On Wednesday, August 1, hundreds gathered in Copenhagen to protest a new ban on the wearing of face veils in public. Passed by the center-right government on May 31, the bill was introduced to protect Danish values. Opponents say the bill infringes on freedom of religion and expression.
Denmark joins France, Austria, and Belgium in enforcing a national ban on full-face veils. Other countries such as Spain, Italy, the Netherlands, and Switzerland also have partial bans on full-face coverings. While many of these countries have instituted these laws in the name of security or protecting country customs and values, these bans have undeniably racist, discriminatory, and misogynistic undertones.
The Danish law forbids the wearing of full-face veils in public, which can include garments such as the niqab, balaclavas, face masks, ski masks, and fake beards. While the law does not mention the niqab or burqa explicitly, the police will have the discretion to determine whether particular garments violate the ban. Those who break the law can incur a fine of $157, with repeat offenses carrying higher fines or a jail sentence of up to six months.
Søren Pape Pulsen, Denmark’s Justice Minister, has called Islamic full-face coverings “disrespectful” and “incompatible with the value in Danish society.” Marcus Knuth, of the ruling party Venstre, says the niqab and similar dress are “strongly oppressive.” With such comments coming from Danish public figures, it is difficult to see the ban as anything other than a “veiled” attempt to target Muslims and immigrants. In fact, the same day the ban went into effect, the first person charged was a woman wearing a niqab; she had gotten into an altercation with another woman who had attempted to removed her face veil.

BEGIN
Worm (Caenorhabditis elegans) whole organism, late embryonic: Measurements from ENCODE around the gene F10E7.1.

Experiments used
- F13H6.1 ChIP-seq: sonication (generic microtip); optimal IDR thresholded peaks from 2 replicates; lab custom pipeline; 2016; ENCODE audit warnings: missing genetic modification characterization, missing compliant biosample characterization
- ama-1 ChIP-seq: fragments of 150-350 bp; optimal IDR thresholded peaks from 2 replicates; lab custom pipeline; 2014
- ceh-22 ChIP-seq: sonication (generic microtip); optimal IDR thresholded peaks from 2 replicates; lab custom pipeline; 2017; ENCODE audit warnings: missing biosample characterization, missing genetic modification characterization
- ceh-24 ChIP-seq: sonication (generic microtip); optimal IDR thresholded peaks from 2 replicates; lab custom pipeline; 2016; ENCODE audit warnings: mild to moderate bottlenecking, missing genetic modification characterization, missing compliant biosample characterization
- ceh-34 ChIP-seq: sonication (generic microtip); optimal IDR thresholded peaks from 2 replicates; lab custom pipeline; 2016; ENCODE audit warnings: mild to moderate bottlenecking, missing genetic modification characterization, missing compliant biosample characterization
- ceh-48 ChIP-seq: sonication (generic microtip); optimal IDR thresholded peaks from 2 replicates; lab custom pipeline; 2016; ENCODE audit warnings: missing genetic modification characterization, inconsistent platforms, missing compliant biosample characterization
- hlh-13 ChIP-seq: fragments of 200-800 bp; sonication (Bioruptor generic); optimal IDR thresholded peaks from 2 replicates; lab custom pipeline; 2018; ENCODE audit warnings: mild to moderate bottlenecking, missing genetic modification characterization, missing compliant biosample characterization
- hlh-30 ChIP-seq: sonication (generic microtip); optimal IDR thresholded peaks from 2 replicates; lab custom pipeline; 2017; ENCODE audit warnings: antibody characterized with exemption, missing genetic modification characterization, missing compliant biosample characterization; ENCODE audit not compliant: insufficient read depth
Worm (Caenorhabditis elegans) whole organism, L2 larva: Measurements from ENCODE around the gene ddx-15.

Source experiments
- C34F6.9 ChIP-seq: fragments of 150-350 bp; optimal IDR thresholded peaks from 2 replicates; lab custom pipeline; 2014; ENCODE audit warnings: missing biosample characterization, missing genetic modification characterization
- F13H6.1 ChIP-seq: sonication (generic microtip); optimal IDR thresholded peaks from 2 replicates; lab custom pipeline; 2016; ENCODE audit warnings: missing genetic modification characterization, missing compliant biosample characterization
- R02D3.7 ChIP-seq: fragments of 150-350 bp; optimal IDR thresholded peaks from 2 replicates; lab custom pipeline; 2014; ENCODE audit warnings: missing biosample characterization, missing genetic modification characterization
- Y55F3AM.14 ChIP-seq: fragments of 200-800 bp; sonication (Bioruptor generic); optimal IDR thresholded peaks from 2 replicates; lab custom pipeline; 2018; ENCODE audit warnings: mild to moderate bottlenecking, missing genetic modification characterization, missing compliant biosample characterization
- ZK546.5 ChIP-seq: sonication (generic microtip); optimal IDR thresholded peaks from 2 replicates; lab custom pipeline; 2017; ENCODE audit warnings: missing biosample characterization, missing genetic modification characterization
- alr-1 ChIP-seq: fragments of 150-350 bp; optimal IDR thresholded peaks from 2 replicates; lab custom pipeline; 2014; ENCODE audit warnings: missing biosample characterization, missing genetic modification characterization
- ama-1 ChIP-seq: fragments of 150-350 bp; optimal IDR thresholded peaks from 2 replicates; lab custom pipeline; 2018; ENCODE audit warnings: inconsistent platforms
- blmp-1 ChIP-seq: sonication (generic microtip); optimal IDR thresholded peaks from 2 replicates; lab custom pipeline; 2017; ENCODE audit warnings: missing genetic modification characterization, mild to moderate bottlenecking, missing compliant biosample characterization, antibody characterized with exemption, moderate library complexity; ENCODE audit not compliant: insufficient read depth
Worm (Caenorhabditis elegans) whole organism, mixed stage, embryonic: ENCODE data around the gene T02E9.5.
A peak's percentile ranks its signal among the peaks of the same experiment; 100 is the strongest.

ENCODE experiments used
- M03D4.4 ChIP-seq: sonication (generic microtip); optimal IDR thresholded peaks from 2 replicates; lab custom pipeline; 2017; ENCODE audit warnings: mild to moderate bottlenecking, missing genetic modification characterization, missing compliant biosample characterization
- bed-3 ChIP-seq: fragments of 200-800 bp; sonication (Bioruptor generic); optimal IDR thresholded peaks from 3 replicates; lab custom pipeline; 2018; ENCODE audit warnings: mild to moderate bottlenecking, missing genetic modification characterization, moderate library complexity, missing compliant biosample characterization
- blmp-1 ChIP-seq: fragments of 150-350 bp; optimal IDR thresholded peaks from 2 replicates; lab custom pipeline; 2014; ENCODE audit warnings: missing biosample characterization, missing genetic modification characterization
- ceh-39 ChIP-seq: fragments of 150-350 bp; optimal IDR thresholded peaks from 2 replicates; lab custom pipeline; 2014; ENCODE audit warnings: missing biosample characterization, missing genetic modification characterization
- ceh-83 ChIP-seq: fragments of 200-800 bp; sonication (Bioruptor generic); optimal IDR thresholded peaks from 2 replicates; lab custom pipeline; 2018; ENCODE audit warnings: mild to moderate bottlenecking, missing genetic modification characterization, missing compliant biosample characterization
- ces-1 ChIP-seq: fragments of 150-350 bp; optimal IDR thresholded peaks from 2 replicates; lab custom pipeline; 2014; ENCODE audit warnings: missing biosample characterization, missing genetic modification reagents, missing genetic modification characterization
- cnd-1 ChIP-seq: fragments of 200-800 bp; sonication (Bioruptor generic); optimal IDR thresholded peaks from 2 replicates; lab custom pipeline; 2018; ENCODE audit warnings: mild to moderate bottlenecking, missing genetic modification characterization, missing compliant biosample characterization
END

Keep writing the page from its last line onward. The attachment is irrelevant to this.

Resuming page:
In response to the ban, several niqabi women have founded the organization, Kvinder i Dialog (Women in Dialogue), to encourage Muslim women to enter into dialogue with the rest of the Danish public. The group hopes to dispel stereotypes and misconceptions about women who choose to wear the niqab. Such stereotypes include the assumption that women are forced to wear niqabs or head scarves, that they do so because they hold radical beliefs threatening to society, and that their male relatives prevent them from working or going to school.
Islamophobia and xenophobia are on the rise in Europe. In line with this trend, Denmark’s government has adopted various anti-immigrant and anti-Muslim policies, including tightening asylum and immigration rules. Earlier in May, the government classified Muslim-majority immigrant communities as “ghettos” and subjected their members to mandatory training in Danish values. In 2017, the government passed another controversial law requiring asylum seekers to hand over valuables in exchange for staying in Denmark.
The Danish government’s attempt to control what it means to be Danish is exclusionary, biased, and racist. As part of these efforts, the face veil bans are particularly oppressive toward Muslim women. It leaves these women in the unconscionable position of having to choose between their faith and their ability to move freely through Danish society. If Danish values include taking away people’s freedom, then this ban is very Danish indeed.